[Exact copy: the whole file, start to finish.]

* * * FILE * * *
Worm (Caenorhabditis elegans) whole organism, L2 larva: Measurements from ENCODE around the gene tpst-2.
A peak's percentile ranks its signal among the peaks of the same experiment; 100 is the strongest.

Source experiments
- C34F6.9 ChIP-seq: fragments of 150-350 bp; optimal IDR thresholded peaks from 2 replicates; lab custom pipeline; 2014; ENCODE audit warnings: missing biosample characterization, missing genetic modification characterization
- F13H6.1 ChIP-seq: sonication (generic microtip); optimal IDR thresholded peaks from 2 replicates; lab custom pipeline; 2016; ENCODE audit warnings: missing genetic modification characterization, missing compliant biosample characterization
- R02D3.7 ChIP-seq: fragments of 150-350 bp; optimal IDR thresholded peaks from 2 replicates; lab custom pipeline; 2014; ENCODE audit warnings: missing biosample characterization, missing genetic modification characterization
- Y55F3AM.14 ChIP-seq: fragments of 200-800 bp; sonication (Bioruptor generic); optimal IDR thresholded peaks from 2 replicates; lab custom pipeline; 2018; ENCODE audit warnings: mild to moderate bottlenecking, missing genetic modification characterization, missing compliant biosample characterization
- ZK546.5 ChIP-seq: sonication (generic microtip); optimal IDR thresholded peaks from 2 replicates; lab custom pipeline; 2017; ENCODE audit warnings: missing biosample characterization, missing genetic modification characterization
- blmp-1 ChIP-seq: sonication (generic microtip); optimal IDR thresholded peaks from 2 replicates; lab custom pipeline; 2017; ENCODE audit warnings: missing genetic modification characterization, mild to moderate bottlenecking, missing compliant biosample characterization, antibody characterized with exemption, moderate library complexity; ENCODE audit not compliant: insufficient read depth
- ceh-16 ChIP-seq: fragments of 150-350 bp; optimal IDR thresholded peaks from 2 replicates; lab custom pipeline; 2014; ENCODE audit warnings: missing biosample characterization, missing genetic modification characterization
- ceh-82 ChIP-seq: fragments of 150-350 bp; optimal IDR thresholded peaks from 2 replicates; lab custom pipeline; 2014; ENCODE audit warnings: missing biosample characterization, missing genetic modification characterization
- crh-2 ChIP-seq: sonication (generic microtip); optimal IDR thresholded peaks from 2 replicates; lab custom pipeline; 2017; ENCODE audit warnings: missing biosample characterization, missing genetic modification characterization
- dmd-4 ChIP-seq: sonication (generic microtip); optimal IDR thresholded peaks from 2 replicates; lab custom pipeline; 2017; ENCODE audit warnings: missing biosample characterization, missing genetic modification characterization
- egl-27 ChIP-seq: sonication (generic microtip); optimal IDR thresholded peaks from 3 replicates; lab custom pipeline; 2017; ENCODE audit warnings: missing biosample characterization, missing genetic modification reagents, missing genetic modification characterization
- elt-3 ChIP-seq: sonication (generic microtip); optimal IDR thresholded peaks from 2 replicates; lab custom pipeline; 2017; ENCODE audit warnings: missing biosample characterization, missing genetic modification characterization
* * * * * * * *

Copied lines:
Worm (Caenorhabditis elegans) whole organism, L2 larva: Measurements from ENCODE around the gene tpst-2.
A peak's percentile ranks its signal among the peaks of the same experiment; 100 is the strongest.

Source experiments
- C34F6.9 ChIP-seq: fragments of 150-350 bp; optimal IDR thresholded peaks from 2 replicates; lab custom pipeline; 2014; ENCODE audit warnings: missing biosample characterization, missing genetic modification characterization
- F13H6.1 ChIP-seq: sonication (generic microtip); optimal IDR thresholded peaks from 2 replicates; lab custom pipeline; 2016; ENCODE audit warnings: missing genetic modification characterization, missing compliant biosample characterization
- R02D3.7 ChIP-seq: fragments of 150-350 bp; optimal IDR thresholded peaks from 2 replicates; lab custom pipeline; 2014; ENCODE audit warnings: missing biosample characterization, missing genetic modification characterization
- Y55F3AM.14 ChIP-seq: fragments of 200-800 bp; sonication (Bioruptor generic); optimal IDR thresholded peaks from 2 replicates; lab custom pipeline; 2018; ENCODE audit warnings: mild to moderate bottlenecking, missing genetic modification characterization, missing compliant biosample characterization
- ZK546.5 ChIP-seq: sonication (generic microtip); optimal IDR thresholded peaks from 2 replicates; lab custom pipeline; 2017; ENCODE audit warnings: missing biosample characterization, missing genetic modification characterization
- blmp-1 ChIP-seq: sonication (generic microtip); optimal IDR thresholded peaks from 2 replicates; lab custom pipeline; 2017; ENCODE audit warnings: missing genetic modification characterization, mild to moderate bottlenecking, missing compliant biosample characterization, antibody characterized with exemption, moderate library complexity; ENCODE audit not compliant: insufficient read depth
- ceh-16 ChIP-seq: fragments of 150-350 bp; optimal IDR thresholded peaks from 2 replicates; lab custom pipeline; 2014; ENCODE audit warnings: missing biosample characterization, missing genetic modification characterization
- ceh-82 ChIP-seq: fragments of 150-350 bp; optimal IDR thresholded peaks from 2 replicates; lab custom pipeline; 2014; ENCODE audit warnings: missing biosample characterization, missing genetic modification characterization
- crh-2 ChIP-seq: sonication (generic microtip); optimal IDR thresholded peaks from 2 replicates; lab custom pipeline; 2017; ENCODE audit warnings: missing biosample characterization, missing genetic modification characterization
- dmd-4 ChIP-seq: sonication (generic microtip); optimal IDR thresholded peaks from 2 replicates; lab custom pipeline; 2017; ENCODE audit warnings: missing biosample characterization, missing genetic modification characterization
- egl-27 ChIP-seq: sonication (generic microtip); optimal IDR thresholded peaks from 3 replicates; lab custom pipeline; 2017; ENCODE audit warnings: missing biosample characterization, missing genetic modification reagents, missing genetic modification characterization
- elt-3 ChIP-seq: sonication (generic microtip); optimal IDR thresholded peaks from 2 replicates; lab custom pipeline; 2017; ENCODE audit warnings: missing biosample characterization, missing genetic modification characterization